Let’s face it, change is hard. Change, however is non-negotiable. The only constant in life is change. There is no growth without change. As someone once said, “The only one who likes change is a wet baby.” Any kind of change creates conflict. Leaders can only tolerate so much discontent. And even a little discontent sounds LOUD when you’re in the hot seat. So when things heat up, leaders circle the wagons, which is precisely the wrong thing to do. Instead, leaders need to sin boldly. Lead boldly. Look at any successful enterprise and you can be certain that someone, at some point, took a huge risk along the way. Nothing great is accomplished without risk.

“The trouble with Steve Jobs: Likes to make his own rules, whether the topic is computers, stock options, or even pancreatic cancer. The same traits that make him a great CEO drive him to put his company, and his investors, at risk.”  —Fortune Magazine

But risk is risky, and change is simply too difficult and painful. Most organizations won’t change until they’re desperate, like the alcoholic that won’t go to rehab until s/he hits rock bottom.
So what will give us the courage to take those risks?

This takes us back to the beginning. Churches will not adapt to the new realities until they care as much about reaching those outside, as appeasing those inside.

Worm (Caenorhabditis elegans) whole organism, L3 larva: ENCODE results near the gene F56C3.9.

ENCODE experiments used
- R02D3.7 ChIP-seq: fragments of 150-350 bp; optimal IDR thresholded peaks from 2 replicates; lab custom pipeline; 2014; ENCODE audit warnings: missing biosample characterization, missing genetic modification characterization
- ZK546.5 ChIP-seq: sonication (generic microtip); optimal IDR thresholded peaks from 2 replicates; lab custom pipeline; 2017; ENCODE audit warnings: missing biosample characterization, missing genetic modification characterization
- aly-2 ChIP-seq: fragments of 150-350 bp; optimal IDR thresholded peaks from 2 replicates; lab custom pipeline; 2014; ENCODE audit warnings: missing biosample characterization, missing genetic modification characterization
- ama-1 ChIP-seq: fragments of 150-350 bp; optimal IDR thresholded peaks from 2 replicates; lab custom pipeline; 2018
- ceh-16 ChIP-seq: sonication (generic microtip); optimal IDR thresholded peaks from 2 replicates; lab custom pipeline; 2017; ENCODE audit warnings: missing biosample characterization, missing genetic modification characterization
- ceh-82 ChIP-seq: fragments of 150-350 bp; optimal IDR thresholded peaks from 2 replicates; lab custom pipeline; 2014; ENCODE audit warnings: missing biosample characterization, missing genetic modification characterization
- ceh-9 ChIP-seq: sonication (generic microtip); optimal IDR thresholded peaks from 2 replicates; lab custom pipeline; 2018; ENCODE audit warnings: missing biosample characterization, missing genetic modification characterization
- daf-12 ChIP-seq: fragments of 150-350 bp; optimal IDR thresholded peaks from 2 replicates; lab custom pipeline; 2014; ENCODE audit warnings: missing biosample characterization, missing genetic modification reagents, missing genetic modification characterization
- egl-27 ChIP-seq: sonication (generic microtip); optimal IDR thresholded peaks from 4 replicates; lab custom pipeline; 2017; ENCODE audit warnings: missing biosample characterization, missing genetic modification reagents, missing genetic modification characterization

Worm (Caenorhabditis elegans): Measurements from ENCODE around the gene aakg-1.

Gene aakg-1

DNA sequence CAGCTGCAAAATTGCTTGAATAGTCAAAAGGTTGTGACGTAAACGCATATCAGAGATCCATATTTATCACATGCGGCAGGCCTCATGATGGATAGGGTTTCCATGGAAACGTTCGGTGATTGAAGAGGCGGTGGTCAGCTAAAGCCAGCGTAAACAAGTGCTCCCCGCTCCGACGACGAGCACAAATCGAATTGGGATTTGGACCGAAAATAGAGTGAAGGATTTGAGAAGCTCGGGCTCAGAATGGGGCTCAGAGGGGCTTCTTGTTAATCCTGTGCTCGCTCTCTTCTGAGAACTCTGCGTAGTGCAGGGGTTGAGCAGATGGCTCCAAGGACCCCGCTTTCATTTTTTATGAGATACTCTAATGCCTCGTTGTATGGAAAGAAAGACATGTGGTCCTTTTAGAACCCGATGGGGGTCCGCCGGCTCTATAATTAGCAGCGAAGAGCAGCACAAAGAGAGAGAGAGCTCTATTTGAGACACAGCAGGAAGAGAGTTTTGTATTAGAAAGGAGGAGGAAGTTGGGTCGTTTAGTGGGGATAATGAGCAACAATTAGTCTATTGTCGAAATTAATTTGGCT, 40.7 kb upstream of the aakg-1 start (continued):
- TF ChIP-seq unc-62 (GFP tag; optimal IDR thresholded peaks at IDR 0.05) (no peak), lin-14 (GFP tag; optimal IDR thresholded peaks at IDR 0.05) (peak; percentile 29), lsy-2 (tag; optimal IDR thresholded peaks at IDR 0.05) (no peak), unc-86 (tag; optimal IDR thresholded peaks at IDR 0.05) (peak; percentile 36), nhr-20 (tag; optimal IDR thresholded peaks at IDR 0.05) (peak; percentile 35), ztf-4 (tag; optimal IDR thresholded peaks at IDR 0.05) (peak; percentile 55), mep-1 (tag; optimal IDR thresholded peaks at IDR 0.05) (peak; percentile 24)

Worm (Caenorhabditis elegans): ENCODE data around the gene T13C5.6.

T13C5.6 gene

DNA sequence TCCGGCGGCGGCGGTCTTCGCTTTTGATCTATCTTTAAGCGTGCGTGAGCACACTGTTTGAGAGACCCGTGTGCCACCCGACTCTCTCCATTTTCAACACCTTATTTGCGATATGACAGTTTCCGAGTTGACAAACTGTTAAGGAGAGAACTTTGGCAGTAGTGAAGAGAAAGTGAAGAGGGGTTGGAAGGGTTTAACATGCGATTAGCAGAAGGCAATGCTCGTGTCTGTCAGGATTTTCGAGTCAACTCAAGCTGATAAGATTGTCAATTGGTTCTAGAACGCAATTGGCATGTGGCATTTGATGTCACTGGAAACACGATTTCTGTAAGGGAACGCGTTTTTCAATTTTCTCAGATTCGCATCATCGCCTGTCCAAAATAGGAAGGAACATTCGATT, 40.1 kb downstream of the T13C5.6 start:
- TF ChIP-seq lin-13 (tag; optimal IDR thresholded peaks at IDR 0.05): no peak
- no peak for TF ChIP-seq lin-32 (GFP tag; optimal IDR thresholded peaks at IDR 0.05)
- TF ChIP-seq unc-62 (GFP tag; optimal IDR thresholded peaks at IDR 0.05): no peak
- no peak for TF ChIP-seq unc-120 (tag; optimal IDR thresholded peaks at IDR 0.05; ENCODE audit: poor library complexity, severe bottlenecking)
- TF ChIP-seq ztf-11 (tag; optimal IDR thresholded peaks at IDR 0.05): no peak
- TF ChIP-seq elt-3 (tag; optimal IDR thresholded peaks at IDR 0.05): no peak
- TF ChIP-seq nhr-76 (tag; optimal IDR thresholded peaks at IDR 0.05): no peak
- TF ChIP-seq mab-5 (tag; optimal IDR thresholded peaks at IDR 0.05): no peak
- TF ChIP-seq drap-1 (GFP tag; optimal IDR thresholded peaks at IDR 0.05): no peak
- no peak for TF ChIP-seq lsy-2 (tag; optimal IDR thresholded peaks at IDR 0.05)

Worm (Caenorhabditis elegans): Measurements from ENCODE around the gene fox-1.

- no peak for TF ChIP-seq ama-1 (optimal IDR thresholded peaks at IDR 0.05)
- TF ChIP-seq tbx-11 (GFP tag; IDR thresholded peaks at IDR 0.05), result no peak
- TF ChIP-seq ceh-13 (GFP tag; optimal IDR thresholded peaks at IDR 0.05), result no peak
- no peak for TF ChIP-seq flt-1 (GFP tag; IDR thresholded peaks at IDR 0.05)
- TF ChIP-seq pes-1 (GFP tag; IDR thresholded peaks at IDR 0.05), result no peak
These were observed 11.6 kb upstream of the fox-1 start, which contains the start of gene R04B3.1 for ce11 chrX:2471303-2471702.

The world is hell-bent on destruction in countless ways. It is desperately in need of a church that offers a Way of peace, truth, compassion and hope, as opposed to the world’s way of power, materialism, exploitation and violence. It needs leaders willing to risk comfort, status and economic security for the life of the world and the outreach potential of the church. It needs a church that looks less like the Pharisees’ religion and more like Jesus’ ministry. It needs a church that is willing to sacrifice everything for those outside: buildings, budgets, sacred cows, traditions, structures. It needs a church that so loves the world, that she’d be willing to die for it.